Only nine out of 44 local projects to roll out superfast broadbands to rural area will be completed by May 2015, according to a new report by the National Audit Office (release).
The delay is partly because gaining approval for the project under EU State aid rules took six months longer than expected. In June 2013, the government revised its target, and now aims to secure delivery of the rural broadband programme by December 2016, as well as 95 per cent superfast coverage by 2017.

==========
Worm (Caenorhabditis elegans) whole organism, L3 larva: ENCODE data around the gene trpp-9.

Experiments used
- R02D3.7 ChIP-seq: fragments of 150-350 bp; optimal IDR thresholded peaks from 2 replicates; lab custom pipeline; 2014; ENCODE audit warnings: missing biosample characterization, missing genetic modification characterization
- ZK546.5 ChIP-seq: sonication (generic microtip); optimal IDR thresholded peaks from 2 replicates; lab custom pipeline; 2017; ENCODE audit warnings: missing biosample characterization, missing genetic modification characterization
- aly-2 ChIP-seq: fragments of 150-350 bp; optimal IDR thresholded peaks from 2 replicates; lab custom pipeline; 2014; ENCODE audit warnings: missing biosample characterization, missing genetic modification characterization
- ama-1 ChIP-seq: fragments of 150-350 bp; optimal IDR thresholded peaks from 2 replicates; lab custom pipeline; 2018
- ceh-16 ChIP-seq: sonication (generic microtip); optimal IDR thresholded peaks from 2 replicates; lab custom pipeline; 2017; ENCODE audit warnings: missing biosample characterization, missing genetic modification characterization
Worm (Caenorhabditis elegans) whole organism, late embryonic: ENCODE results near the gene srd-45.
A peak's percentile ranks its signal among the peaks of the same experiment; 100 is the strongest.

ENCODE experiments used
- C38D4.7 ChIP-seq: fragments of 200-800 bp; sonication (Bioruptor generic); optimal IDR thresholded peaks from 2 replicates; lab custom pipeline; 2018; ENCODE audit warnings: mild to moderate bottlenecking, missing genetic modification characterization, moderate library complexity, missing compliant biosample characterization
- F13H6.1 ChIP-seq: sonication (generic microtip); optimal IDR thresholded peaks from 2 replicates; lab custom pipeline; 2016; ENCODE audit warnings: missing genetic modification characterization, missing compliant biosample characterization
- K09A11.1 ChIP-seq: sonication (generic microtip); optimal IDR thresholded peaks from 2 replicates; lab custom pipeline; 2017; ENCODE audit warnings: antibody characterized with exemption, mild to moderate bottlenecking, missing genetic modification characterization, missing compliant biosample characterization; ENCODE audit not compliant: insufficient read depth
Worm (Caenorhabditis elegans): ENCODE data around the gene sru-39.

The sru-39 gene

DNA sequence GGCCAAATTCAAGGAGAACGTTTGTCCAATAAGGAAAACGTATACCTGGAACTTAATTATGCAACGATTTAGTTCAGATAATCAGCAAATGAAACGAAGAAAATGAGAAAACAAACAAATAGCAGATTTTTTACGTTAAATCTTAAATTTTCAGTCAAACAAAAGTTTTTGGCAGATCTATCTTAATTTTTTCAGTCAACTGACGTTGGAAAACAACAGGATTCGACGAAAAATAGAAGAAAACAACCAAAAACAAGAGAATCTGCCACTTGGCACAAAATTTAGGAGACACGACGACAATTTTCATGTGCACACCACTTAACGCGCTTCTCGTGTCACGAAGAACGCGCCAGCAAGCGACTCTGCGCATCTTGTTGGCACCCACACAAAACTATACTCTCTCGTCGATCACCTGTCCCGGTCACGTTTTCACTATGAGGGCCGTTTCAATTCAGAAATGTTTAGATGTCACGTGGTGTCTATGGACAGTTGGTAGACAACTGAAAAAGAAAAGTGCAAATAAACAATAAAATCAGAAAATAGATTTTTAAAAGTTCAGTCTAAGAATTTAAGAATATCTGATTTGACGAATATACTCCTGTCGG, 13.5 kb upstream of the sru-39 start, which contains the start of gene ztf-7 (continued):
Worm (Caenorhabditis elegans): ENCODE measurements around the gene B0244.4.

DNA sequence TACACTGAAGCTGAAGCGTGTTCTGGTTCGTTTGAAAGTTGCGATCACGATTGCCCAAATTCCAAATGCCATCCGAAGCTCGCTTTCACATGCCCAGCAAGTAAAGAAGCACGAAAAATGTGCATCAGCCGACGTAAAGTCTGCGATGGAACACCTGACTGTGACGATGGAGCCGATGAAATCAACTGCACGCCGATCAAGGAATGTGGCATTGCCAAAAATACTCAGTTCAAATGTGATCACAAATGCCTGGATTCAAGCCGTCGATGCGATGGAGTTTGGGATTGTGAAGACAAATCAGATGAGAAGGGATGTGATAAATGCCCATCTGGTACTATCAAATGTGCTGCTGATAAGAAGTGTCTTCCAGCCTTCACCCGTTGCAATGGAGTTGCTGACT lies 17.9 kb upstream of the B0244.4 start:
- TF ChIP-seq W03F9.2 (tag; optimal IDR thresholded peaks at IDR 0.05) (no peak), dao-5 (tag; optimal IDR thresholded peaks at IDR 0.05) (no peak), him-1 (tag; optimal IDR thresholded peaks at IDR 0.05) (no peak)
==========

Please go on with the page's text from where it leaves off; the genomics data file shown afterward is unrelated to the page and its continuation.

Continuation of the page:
Dominique Lazanski of the TaxPayers' Alliance commented on the report:
The auditors reveal that the scheme has cost £1.2 billion and there is little evidence that taxpayers have got value for their money. It is an extraordinary waste at a time when there is enormous pressure on people's budgets. The problems have been clear since 2010: there is just no need for the government to fund any Internet infrastructure program that only guarantees 2mpbs connections when we are seeing increased competition in fixed line, mobile and satellite Internet access in the UK. If programme funds have not been distributed yet, as a response to a recent Freedom of Information request suggests, the government should stop wasting our money now, before it is too late.